In 2009 we helped Curren Price win election to the state Senate, representing District 26, and we helped Steve Bradford win election to the Assembly, representing District 51. Both candidates support same-sex marriage, and both defeated anti-LGBT equality opponents, showing that elected officials and candidates are not harmed by supporting LGBT rights. EQCA field staff worked hard on these races, and our members mobilized to help these two candidates win their seats.
Our community can make a difference in elections, and 2010 will present a lot of opportunities - we'll be electing a new governor and a new attorney general, and key congressional and state legislative races will be hotly contested. EQCA’s PAC only endorses candidates who are 100 percent on LGBT rights, including marriage equality. We'll begin releasing endorsements early in 2010.
Our Field Team and Marriage Work
We hired some of the most talented people to ramp up our efforts to build support for marriage for same-sex couples, including Marc Solomon and Amy Mello, who both worked to preserve marriage equality in Massachusetts, and Andrea Shorter, a longtime coalition builder and political advocate from the Bay Area.
We now have 20 experienced and dedicated full-time field organizers in nine offices across the state who work day in and day out to build support for marriage equality and LGBT rights. These organizers and thousands of volunteers have engaged in hundreds of thousands of conversations on marriage across the state.
We also aired three new television ads featuring same-sex couples and their families to help Californians understand why marriage matters.
We took on a new challenge this year, building out our Health and Human Services Network under the coordination of Daniel Gould. The Network has grown rapidly to include dozens of health and human service organizations from across the state. It held its first briefing in Sacramento less than a month ago. The Network also was granted $444,000 from the California Department of Mental Health to research the mental health challenges of LGBT people, including depression, anxiety, low self-esteem, substance abuse and suicide. On completion, the work done under this grant will guide providers in creating effective, culturally competent programs for LGBT people.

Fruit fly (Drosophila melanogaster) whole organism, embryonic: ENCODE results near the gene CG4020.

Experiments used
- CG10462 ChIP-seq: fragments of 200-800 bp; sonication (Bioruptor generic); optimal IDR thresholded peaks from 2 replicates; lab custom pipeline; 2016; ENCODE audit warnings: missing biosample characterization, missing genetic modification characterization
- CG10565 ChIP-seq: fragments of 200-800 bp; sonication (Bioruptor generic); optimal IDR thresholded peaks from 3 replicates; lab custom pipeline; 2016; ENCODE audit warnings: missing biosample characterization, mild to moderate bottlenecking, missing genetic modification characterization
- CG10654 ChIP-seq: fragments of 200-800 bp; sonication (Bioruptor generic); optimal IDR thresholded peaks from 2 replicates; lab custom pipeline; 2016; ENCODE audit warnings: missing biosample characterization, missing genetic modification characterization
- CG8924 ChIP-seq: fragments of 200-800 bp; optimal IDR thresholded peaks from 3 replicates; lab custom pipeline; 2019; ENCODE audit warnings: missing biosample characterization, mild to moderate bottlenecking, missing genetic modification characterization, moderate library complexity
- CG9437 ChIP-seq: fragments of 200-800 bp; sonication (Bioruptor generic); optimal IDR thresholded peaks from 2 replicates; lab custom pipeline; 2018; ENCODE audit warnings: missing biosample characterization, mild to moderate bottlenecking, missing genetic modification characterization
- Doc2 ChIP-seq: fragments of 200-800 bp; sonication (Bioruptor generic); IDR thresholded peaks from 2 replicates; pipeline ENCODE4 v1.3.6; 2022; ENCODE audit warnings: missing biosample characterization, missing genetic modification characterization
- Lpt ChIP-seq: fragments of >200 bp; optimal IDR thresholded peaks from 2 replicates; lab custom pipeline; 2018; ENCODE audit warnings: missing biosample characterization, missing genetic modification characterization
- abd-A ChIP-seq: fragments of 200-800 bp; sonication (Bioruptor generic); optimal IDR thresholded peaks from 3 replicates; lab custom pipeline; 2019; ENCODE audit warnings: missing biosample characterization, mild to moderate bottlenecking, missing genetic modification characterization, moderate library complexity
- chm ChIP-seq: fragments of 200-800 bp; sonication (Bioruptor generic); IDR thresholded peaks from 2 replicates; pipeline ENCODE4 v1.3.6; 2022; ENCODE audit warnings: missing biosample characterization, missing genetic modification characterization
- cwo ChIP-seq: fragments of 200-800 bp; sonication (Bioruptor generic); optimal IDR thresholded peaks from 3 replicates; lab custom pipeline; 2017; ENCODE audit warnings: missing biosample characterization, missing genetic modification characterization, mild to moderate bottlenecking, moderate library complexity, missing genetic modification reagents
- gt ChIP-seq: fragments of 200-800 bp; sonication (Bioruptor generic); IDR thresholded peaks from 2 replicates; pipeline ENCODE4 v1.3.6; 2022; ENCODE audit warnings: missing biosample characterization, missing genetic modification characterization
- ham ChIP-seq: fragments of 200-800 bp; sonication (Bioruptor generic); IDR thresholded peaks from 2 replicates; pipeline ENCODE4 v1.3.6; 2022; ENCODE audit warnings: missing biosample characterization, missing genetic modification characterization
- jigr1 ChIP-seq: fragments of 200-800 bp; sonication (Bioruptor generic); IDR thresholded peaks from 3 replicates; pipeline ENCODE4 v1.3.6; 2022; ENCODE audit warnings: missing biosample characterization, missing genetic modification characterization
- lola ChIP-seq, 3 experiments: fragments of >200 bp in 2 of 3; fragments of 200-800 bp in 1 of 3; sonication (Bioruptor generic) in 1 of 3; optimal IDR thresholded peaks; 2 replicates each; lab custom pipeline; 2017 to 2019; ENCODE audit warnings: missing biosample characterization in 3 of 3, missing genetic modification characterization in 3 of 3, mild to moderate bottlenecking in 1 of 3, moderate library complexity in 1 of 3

The challenges to the state budget put many of our HIV/AIDS services and organizations at risk, but we made our voice heard. EQCA members and supporters told our representatives in Sacramento how important it is to take care of our most vulnerable, even in times of crisis. Some cuts still occurred, but we were able to fend off the bulk of the cuts and will continue to push for preservation of these critical services as long as we must.
Community Action and Engagement
As a community, we rallied hard this year. Nearly 1,000 people attended EQCA's Lobby Day in Sacramento this past spring, making it the biggest LGBT lobby day in our state's history. Over 150,000 people sent messages to legislators and Governor Schwarzenegger, and more than 75,000 phone calls were made from EQCA offices across the state by hardy volunteers. Your time and energy moved voters, passed bills and helped our representatives in Sacramento to stand up for LGBT rights.
We also heard your thoughts through live town halls, online town halls, our blog and our profiles on Facebook and Twitter. We'll continue to create chances for you to share your perspectives both online and in real time throughout 2010. We're continually integrating your feedback to ensure that the work we do represents the priorities of LGBT people and our allies.
1990 was a difficult year. At times we were afraid that our efforts would fail and that San Francisco would not win back domestic partnership. But by working hard we turned things around and won our rights back that year. Progress towards equality may feel slow, but it is certain. Make it your New Year's resolution to join us in 2010 to build support for LGBT rights. If we all give our time, money and effort, we'll speed up the day when full equality arrives.